In this fourth and final post (see Parts I, II and III) on Jonathan Bush’ in-depth interview with theEditorial.com, we focus less on innovation and health care, and more on the eccentric entrepreneur behind the curtain—Jonathan himself. Read on to learn what it’s like to grow up a Bush, who gave Jonathan a break when he needed it, and a day in the life of JB (one of my personal favorites from the series).
Be sure to catch the full interview here. – Michelle, Social Media Manager
Was it more interesting to be in a startup in your basement than riding a booming $2.7 billion-market-cap company?
I don’t feel remotely less engaged than I did then. The motivation there was survival. Not biological death, but the death of athenahealth. I would hire someone and I’d say, ‘Here’s how it’s going to work. We’re going to pay you enough to cover your Visa, so you don’t roll over your Visa. We’re going to give you stock and if it works, you’re going to be rich and if it doesn’t, you’re going to have a great resume item and story for what you were doing for the last three years.’ I did a startup. I tried to revolutionize birth.
Today I rarely think about whether athenahealth will go under, but what I think about all the time is will it matter? Will we get enough steam built up and is our nose hard enough that we can make a dent in this amorphous, numb sort of Orwellian system? And that’s motivating because it’s so much bigger than us. I mean, we’re big compared to where we were but compared to health care, we’re like if ticks could get ticks.
Is there someone who gave you a break when you needed a chance?
Fred Frigoletto. Then chairman of OB-GYN at Mass General called me back when I was a business school student and helped me work on my midwife model. I wasn’t even a med student…that was cool. And Mitch Besser and Bill Schwartz and Cindy Dickinson in San Diego, who basically joint ventured on the first women’s center. That was huge.
The other one would be my uncle George. We had all these elaborate models that showed how the midwifery thing would work and I met with his financial advisor, a guy named Tony Duke from Bessemer, and Uncle George called me and he wanted to know one thing. ‘What I couldn’t tell from all this excellent work is, do you believe in it? In your heart, do you really believe in this thing?’ And I said I really believed in it. And he said, ‘I think that’s the most important thing and Bar and I are in. Goodbye! Love you.’ That was it.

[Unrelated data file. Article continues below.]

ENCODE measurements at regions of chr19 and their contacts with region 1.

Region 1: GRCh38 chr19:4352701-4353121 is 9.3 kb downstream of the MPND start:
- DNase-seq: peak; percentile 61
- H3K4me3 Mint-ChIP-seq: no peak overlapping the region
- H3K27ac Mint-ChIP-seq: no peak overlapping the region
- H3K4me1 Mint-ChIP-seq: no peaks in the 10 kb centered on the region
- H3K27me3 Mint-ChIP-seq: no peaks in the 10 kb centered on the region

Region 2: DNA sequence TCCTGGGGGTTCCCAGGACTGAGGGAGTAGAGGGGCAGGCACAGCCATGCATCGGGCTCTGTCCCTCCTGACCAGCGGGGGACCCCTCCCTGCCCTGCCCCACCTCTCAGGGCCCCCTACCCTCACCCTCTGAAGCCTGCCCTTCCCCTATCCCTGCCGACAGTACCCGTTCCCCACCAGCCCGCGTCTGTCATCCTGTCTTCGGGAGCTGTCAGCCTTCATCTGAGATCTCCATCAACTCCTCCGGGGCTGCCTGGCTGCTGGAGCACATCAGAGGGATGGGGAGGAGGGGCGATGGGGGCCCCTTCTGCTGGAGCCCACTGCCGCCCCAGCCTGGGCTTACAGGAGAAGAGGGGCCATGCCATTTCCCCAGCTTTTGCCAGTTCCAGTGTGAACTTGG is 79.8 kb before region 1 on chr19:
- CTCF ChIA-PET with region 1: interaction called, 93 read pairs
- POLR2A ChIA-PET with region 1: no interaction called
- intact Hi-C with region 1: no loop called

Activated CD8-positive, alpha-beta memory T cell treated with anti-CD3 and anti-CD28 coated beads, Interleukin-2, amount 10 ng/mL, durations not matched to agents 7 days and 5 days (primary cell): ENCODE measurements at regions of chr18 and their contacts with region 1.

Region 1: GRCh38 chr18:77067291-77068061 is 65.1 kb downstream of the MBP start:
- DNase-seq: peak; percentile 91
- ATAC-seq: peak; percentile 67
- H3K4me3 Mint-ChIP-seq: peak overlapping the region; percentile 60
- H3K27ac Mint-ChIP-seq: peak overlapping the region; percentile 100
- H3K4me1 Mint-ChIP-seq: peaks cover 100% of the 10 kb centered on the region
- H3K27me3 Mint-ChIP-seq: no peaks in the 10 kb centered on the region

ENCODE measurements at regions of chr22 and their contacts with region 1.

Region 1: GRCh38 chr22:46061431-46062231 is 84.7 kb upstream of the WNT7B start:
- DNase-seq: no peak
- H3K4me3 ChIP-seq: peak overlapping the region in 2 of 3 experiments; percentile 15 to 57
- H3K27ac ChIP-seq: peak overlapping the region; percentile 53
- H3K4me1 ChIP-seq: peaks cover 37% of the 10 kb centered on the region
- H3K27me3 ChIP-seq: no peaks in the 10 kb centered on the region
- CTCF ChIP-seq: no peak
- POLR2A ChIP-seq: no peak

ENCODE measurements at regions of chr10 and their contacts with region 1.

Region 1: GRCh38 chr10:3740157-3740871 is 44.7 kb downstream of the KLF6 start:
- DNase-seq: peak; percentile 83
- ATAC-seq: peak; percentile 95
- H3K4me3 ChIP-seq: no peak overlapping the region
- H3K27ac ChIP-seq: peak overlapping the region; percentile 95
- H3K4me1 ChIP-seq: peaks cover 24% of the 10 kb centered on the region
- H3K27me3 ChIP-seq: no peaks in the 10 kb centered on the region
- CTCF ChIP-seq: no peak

You come from a very powerful American family. How does that affect you on your path as an entrepreneur?
I think my party line is that the wind is sometimes at my back as a result of that name and sometimes in my face as a result of that name, and that it averages out. I have so many cousins and uncles and grandparents who have established themselves and have done really good work at games that were already well played, that I was scared away from even trying to play the familiar.
I had a lot of love and a lot of unconditional positive regard from my parents, which clashed dramatically with the practical reality of the battlefield which is that every job, investment bank, political sphere, golf, tennis, had been done way better than I could ever do it and so how did I reconcile. I think that forced me further out into the ecosystem. I had to be an outlier.
Describe a typical day.
It depends on the day of the week, but on a day like today, I wake up at six. I do my breathing for fifteen minutes. I am here now in this. ‘I’ on the inhale, ‘am’ on the exhale. And then read a couple pages of The Presence Process. Michael Brown recommended it. I wake the first kids, get them started and then the second kids at 7:00. I leave at 7:25 with the two kids that need to go far and the other two kids walk. My fifth child is in college. Today is admin day so I work until 3:00 when I pick up my youngest. I try to get one on one with each kid in some way. It’s my chance to be a father.
Today is one of two days each week committed to administration of the company: writing for the internal audience, meeting one-on-one with members of my team and helping them with their journeys. It’s meeting with my wife, Mandy. On Monday or Friday, we have lunch and we go through our calendar. Fridays, I spend three hours with my team and we go through everything that they’re working on, a day a month on PR, a day a quarter on investor relations, a day a week on client and operations experience. We have town meetings at different offices. We have six offices. (From India to Belfast, Maine to the headquarters in Watertown, and it’s 900+ employees.)
You have five kids. Where is your favorite place to take them in Cambridge?
I love the Cambridge Skating and Tennis Club and with one daughter, we do gymnastics every Sunday. That’s like a highlight of my week.
Is there a quote you live by?
Blank or die trying. Doesn’t matter what.
Follow Jonathan on Twitter at @Jonathan_Bush.